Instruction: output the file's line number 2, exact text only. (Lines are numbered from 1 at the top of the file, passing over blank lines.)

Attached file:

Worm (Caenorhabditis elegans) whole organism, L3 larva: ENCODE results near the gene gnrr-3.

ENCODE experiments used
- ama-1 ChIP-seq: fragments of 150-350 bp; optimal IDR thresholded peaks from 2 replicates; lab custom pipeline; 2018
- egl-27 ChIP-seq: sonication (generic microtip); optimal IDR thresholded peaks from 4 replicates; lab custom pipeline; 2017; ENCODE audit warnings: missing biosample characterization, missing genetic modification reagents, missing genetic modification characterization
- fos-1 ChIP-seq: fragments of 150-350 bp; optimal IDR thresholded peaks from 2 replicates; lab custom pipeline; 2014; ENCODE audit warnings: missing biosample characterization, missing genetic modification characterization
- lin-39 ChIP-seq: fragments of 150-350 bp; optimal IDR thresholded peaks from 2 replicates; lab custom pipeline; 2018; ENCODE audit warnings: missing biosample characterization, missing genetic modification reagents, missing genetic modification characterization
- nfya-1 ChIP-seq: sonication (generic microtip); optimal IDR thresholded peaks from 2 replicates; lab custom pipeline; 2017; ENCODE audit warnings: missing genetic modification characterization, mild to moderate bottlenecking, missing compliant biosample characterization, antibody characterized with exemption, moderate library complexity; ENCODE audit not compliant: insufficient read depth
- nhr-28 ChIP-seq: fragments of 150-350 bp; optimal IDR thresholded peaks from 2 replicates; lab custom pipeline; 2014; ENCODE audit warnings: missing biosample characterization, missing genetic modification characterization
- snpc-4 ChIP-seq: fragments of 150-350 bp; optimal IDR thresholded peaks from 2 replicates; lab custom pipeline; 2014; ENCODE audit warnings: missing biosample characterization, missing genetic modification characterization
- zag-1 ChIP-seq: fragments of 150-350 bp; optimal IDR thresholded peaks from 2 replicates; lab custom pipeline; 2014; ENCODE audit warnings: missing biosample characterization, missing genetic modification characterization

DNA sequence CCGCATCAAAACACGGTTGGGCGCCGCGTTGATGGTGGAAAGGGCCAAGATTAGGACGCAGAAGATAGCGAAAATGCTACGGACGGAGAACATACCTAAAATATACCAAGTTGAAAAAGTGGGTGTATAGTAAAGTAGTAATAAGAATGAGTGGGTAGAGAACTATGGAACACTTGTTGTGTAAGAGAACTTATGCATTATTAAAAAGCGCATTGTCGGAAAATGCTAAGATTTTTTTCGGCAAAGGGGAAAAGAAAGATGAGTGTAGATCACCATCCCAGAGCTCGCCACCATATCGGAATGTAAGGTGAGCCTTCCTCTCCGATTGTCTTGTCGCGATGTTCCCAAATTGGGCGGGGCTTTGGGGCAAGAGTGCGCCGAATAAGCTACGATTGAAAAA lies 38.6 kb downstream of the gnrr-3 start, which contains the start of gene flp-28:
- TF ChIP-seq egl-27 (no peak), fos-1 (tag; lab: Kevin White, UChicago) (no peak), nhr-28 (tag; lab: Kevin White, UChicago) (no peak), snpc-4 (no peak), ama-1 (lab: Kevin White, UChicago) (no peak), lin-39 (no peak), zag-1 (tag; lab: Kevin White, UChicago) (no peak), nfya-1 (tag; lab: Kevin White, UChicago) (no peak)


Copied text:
ENCODE experiments used